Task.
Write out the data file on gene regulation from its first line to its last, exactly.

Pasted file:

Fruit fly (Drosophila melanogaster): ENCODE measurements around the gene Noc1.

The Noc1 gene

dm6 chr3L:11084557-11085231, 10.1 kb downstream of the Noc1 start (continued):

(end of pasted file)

Fruit fly (Drosophila melanogaster): ENCODE measurements around the gene Noc1.

The Noc1 gene

dm6 chr3L:11084557-11085231, 10.1 kb downstream of the Noc1 start (continued):